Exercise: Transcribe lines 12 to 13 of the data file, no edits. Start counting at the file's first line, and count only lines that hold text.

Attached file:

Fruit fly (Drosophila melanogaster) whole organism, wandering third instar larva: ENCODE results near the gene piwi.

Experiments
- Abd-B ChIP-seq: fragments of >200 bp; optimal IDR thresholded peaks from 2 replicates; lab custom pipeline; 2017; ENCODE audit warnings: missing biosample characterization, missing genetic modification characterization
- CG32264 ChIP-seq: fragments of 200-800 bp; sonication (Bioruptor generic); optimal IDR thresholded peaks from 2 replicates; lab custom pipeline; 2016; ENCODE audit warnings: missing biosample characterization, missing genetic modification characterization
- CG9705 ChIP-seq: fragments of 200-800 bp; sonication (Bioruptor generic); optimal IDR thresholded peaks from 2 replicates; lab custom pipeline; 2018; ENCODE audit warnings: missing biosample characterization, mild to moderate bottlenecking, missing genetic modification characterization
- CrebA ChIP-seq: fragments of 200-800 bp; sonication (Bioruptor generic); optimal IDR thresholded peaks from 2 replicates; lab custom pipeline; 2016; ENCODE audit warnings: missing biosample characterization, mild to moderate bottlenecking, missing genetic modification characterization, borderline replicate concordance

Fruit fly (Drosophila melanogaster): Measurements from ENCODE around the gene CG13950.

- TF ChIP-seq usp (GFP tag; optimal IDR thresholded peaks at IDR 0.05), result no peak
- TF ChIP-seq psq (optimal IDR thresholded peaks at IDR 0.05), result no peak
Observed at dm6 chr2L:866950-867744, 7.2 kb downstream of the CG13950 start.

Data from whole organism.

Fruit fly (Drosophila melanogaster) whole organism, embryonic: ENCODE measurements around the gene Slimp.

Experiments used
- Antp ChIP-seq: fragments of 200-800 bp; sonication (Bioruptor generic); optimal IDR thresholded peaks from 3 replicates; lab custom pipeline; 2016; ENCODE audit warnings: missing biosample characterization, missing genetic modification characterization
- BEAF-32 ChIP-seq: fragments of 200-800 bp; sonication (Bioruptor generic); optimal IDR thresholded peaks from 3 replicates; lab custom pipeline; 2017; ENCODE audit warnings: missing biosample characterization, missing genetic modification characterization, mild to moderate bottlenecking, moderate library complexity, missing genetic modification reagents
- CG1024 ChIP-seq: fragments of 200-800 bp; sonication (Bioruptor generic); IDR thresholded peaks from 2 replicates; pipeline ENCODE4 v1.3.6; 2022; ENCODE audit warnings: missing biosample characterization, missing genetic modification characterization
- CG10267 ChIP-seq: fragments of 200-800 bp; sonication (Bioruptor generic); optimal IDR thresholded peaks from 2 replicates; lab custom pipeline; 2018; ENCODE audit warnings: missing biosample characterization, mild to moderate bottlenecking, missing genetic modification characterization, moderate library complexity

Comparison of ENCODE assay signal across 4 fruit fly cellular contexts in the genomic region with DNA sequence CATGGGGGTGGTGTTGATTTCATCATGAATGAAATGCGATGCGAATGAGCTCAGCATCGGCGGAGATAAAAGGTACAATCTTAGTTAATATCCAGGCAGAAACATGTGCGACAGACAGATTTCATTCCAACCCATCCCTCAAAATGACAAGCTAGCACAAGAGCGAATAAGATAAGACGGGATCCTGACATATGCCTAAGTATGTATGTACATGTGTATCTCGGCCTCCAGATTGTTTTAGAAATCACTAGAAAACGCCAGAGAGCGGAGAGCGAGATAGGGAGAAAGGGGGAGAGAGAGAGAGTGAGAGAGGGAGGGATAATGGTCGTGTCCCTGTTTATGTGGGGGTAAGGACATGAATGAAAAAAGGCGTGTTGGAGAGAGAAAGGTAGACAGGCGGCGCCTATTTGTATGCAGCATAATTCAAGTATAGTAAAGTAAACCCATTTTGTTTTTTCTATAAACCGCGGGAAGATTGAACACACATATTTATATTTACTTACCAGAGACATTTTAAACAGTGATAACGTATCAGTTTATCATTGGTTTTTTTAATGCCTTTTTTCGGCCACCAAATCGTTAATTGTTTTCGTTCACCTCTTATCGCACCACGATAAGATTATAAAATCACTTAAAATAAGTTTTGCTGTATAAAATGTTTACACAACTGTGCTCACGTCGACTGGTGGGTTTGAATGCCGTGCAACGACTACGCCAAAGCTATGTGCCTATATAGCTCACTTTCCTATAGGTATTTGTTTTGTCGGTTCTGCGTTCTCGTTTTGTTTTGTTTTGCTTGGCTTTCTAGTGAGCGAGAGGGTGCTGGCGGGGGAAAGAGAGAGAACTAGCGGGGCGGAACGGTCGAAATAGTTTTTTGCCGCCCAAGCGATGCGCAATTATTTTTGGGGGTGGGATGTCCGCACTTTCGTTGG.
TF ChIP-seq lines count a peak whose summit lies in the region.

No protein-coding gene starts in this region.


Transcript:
Fruit fly (Drosophila melanogaster) whole organism, embryonic: ENCODE measurements around the gene Slimp.

Experiments used